Probing Anonymous hacktivists a serious challenge for researchers

Security researchers try to get a better understanding of their adversary, but probing Anonymous is proving to be a difficult challenge.

BOSTON -- Gaining a better understanding of an adversary typically leads to smarter defenses and ultimately more secure data, but two researchers trying to paint a picture of the faceless people that make up the Anonymous hacking group are unraveling a complicated entanglement of individuals with various intentions.

Anonymous held up a mirror to our neglect… They showed us how insecure we are and how much of a farce some of this is.

Joshua Corman,
director of security intelligence,
Akamai Technologies

Not only is it difficult to paint a picture of the makeup of Anonymous, but it is equally as difficult to define the movement, according to two security researchers who gave the opening keynote Tuesday at the 2012 SOURCE Boston Conference.  Joshua Corman, director of security intelligence at Cambridge, Mass.-based Akamai Technologies, and Brian Martin, a researcher who goes by the name Jericho of the Attrition.org website, broadly outlined their work of various papers attempting to outline the intentions of those that describe themselves as members of Anonymous. The research is intended to help demystify the group, shed some common misconceptions, and warn the security industry of the serious consequences of ignoring the long-term threat posed by the group, Corman said.

“Anonymous held up a mirror to our neglect,” Corman said. “These were pretty simple exploits… They showed us how insecure we are and how much of a farce some of this is.”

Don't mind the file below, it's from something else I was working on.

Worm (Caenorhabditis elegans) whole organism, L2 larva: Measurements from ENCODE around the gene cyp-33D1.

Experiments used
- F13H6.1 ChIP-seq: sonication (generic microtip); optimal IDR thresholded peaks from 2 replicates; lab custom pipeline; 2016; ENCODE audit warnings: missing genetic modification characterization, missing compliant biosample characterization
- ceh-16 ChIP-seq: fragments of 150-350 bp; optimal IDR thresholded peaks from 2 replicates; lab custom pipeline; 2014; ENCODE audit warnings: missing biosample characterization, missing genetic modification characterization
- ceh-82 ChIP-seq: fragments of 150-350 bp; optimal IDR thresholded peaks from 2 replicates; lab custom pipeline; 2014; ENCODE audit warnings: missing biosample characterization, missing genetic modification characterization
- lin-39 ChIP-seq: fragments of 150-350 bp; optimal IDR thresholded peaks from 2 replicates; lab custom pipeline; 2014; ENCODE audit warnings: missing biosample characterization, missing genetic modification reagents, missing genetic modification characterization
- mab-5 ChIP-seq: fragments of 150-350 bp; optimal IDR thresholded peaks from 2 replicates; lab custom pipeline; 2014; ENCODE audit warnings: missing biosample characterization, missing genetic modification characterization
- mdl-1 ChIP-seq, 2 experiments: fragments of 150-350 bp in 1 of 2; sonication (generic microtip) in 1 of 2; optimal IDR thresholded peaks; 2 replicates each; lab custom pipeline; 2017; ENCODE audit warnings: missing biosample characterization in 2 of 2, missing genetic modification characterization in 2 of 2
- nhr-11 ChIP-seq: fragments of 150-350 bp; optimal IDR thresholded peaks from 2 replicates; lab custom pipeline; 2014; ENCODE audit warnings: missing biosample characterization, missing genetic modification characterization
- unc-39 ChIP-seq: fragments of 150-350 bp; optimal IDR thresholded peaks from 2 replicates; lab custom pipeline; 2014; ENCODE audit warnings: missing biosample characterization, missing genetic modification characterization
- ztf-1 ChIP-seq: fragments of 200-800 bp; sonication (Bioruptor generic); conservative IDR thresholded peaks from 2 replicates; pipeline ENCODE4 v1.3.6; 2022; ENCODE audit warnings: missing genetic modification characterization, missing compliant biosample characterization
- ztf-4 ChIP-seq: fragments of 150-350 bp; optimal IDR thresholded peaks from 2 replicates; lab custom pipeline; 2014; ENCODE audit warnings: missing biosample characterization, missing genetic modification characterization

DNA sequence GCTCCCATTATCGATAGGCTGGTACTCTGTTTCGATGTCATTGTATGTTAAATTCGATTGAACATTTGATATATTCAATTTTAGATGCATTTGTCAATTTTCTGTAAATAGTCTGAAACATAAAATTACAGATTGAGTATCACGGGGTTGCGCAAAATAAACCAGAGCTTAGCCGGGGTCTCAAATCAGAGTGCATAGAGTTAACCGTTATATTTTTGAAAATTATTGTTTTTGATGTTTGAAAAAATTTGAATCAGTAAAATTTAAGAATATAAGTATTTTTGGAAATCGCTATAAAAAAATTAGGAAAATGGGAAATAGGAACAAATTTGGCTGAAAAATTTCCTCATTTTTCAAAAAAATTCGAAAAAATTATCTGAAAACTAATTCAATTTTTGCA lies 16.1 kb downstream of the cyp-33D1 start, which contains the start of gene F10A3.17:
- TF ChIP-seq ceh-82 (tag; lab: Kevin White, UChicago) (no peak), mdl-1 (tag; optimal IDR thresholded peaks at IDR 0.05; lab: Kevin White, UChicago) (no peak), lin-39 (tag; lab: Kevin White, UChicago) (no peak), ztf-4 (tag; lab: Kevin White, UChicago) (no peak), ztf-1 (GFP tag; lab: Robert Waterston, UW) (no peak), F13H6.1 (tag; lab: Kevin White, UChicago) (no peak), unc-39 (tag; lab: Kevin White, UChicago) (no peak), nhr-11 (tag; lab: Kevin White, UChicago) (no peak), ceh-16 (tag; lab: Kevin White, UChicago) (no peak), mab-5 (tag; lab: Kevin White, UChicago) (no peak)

Distributed denial-of-service (DDoS) attacks, website defacement by targeting SQL injection, cross-site scripting (XSS) and other common website vulnerabilities, have been carried out by individuals in the name of Anonymous. The techniques, while simple – using automated tools – and relatively unsophisticated, have been successful in gaining media attention and giving heft to the global hacktivist movement. The breaches also proved to be costly and embarrassing for some businesses, namely Sony Pictures Entertainment, Fox Broadcasting Company, PBS and HBGary. But, according to Corman, more serious are the attacks being carried out by cybercriminals under the guise of Anonymous movement.

“It’s more of a brand and a franchise that is borrowed and often abused by anyone,” Corman said of the “Anonymous” group name. “I’m more concerned about the false attacks and pretenders stealing intellectual property in the name of ‘Anonymous.’”

The two researchers have created a blogging series called Building a Better Anonymous, which outlines how the hacking group can overcome its organizational problems, build end-game ethics, become more efficient and achieve its objectives with less collateral damage. The series is an outgrowth of a panel discussion about Anonymous and the Anonymous hackivisits in which the two researchers participated in at Defcon 19. The goal is to build a better understanding of the movement in a non-confrontational way, Corman said.

Anonymous had its roots in the Antisec movement in the early 2000s. It gained prominence during Internet retaliation over legal action against Wikileaks and its founder Julian Assange. It’s built on the idea of retaliation, Jericho said. “Anonymous is reactionary; you do bad and we’re going to punish you,” he said. “What happens if they start using fear as a tool?”

Jericho, who also serves as director of non-profit activity at Risk Based Security, said the group has been loosely made up of people reacting to something they don’t like. “It isn’t a classic group, Jericho said. “It’s a meta group or ideology.” Jericho likens the group to historical analysis of pirates or to the wide swath of groups that make up modern-day Christianity with various beliefs, moral convictions and tolerance levels.

“With Anonymous there’s a huge grey area,” Jericho said. “Some people are involved one day and not the next.”

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